Alternative Treatments for Depression Infrequently Used

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Alternative Treatments for Depression Infrequently Used

Jim Windell


           During the pandemic, the mental health of Americans got worse. In particular, there was a dramatic increase in depression. Not that the number of people in the U.S. suffering from depression was anything to write home about before the COVID-19 pandemic. In fact, it is estimated that 21 million adults experienced at least one serious depressive episode prior to the onset of the pandemic. During the pandemic, that number jumped from about eight percent of the population to 10 percent.

           As Elissa Patterson, Ph.D., and Jay Kayser, Ph.D. student, point out in a recent article in The Conversation, the number of people struggling with depression increased dramatically at the height of the COVID-19 pandemic. In addition, such things as school closures, job losses and the death of loved ones created stressful conditions for many of us as life became more challenging and the risk of developing emotional difficulties soared.

           This is not to say that we are not pouring money into mental health services. Patterson and Kayser write that there was a 62% increase in yearly spending on mental health care in this country from $131 billion in 2006 to $212 billion in 2015. Yet, this outlay of dollars has not resulted in significant improvement for patients. According to Patterson and Kayser, “This makes it clear that the current approach is falling short, but there are a host of viable alternatives for helping to treat patients who are suffering with depression.”

           Dr. Patterson, who is Clinical Assistant Professor of Psychiatry and Neurology at the  University of Michigan, and Jay Kayser, who is a Ph.D. student in Social Work and Developmental Psychology at the University of Michigan, emphasize that as mental health professionals they see the effects of the ongoing mental health crisis every day. The crisis, as they see it, includes more than 13% of U.S. adults who take antidepressant medication for depression, but “Unfortunately, nearly 3 in 4 who take these drugs do not get complete relief from antidepressants.” Too often, Patterson and Kayser say, they see patients who feel demoralized by the implied and untrue notion that their depression is “incurable” after only trying medication – but not trying lower-risk treatments like psychotherapy and other effective alternatives.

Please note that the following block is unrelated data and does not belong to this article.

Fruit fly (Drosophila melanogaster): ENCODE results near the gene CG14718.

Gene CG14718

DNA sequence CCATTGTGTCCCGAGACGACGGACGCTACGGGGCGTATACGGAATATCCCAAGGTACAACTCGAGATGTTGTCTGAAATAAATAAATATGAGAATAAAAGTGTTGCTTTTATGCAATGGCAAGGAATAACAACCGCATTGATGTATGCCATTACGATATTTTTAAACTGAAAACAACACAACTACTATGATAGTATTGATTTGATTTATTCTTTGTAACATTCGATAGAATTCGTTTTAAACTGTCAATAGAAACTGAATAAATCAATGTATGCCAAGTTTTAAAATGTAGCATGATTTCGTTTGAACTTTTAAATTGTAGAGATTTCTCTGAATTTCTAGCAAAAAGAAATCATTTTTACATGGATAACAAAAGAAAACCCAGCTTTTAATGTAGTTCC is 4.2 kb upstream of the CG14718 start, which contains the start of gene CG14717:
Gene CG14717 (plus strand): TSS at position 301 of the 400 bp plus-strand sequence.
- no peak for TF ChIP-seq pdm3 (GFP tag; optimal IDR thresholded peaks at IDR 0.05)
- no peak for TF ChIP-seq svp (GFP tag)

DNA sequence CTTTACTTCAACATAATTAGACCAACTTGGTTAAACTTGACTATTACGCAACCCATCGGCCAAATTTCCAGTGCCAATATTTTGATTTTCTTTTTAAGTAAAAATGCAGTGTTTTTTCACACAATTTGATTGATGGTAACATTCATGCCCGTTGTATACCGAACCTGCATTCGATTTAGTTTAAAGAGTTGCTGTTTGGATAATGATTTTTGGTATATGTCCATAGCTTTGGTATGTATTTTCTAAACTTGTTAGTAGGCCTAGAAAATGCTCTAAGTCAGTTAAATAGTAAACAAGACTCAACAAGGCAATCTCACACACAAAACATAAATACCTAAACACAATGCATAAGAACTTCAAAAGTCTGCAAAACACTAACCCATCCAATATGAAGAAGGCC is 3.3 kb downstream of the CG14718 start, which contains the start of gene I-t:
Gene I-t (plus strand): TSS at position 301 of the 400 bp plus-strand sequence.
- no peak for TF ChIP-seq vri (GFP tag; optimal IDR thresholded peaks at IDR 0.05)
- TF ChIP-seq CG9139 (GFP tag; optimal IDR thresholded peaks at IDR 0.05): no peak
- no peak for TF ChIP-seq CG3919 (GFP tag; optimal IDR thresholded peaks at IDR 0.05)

Too often, the U.S. health care system relies heavily on medication and other biomedical treatments for depression. However, there are numerous non-drug-based solutions for prevention and treatment of depression.

           Patterson and Kayser conclude by noting that holistic concepts that promote “flourishing and thriving,” as well as whole-health initiatives and mind-body medicine focus on the entire person. “These concepts,” they write, “have not yet been fully integrated into approaches to public mental health.”

           To read the original article in The Conversation, find it with this link.

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